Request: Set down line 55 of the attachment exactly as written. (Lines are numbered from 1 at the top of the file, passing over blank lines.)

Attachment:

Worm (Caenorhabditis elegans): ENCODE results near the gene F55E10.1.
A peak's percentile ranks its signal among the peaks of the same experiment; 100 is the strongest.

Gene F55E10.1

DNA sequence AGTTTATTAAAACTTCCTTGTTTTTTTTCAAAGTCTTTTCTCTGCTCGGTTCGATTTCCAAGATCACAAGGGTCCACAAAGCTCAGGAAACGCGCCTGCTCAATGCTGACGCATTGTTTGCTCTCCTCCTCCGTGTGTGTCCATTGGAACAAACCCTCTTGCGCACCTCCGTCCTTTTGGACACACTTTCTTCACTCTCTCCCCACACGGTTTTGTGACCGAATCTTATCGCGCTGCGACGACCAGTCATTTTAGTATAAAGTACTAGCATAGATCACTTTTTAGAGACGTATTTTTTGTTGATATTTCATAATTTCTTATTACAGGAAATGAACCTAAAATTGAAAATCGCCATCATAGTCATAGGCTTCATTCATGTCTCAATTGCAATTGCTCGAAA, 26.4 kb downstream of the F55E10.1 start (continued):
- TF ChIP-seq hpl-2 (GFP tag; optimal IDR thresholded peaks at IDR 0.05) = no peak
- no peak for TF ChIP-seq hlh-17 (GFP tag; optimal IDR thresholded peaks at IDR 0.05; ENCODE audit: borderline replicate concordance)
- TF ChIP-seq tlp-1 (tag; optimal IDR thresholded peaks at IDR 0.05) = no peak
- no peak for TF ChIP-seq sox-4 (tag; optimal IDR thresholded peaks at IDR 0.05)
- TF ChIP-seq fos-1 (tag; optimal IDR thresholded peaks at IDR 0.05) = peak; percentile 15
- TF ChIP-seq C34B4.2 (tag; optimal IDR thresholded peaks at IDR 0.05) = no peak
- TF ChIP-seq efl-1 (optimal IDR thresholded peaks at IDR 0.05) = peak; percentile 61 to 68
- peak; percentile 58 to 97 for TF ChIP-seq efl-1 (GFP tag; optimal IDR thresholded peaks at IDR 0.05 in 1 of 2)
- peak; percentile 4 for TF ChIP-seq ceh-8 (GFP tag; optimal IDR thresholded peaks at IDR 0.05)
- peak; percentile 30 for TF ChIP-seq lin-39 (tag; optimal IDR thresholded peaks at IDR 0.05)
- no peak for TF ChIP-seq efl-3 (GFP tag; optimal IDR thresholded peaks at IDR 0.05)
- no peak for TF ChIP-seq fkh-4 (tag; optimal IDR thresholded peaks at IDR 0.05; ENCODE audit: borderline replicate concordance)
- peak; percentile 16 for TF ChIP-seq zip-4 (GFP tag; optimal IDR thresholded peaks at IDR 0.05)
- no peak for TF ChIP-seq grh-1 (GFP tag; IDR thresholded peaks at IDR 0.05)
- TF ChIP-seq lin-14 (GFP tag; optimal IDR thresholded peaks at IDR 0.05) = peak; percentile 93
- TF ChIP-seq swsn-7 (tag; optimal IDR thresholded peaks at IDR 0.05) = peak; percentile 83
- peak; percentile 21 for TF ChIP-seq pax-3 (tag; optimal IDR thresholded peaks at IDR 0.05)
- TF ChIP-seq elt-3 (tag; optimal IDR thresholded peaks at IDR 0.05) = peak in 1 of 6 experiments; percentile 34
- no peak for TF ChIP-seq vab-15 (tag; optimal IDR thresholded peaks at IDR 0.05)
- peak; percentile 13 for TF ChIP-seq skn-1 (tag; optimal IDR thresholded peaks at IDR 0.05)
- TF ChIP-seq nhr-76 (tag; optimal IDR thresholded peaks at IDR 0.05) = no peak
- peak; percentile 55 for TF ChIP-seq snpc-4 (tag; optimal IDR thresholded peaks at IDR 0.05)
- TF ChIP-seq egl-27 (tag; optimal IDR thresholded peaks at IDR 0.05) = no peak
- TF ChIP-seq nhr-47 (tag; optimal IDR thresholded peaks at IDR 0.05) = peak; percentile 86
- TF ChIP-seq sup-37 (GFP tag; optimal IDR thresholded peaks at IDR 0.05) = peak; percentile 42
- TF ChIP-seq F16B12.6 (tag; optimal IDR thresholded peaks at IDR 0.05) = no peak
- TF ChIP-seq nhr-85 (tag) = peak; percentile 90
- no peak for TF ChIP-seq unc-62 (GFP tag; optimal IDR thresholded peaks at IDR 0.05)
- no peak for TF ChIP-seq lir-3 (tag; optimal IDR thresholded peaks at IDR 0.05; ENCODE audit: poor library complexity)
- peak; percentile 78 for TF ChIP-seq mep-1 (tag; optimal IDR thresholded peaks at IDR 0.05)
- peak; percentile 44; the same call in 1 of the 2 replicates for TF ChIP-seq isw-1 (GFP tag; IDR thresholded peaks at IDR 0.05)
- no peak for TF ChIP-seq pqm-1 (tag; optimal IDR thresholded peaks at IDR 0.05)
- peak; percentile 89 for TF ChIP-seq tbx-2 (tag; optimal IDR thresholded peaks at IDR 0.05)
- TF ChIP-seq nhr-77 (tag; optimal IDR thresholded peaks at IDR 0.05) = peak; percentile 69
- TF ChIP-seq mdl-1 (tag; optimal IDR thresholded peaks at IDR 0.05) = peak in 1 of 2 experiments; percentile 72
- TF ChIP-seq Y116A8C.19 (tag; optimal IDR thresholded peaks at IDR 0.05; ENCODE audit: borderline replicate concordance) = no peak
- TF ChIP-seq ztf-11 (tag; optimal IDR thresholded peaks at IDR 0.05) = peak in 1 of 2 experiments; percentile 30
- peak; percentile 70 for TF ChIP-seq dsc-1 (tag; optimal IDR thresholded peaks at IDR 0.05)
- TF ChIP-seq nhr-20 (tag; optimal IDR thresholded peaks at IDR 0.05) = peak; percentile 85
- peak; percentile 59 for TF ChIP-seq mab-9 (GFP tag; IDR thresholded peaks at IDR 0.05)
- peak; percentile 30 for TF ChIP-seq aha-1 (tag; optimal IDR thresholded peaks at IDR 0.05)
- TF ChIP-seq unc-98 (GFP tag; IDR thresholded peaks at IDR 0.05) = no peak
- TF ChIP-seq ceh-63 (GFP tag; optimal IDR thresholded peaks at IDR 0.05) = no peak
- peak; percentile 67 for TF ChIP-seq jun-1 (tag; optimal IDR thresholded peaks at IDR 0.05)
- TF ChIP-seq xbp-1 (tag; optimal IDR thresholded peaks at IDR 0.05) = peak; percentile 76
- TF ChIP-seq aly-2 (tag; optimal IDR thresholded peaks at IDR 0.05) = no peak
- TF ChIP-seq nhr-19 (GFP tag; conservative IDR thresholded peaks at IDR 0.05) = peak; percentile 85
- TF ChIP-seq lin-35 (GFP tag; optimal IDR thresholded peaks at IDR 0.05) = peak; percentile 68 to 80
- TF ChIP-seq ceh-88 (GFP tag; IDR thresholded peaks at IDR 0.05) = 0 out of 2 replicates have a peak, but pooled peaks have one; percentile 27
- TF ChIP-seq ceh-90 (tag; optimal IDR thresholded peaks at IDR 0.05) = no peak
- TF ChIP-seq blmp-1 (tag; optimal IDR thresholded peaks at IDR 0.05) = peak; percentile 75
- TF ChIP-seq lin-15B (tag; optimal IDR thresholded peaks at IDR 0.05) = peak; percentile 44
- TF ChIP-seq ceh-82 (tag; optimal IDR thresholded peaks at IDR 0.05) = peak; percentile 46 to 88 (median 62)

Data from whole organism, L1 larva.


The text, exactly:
- TF ChIP-seq blmp-1 (tag; optimal IDR thresholded peaks at IDR 0.05) = peak; percentile 75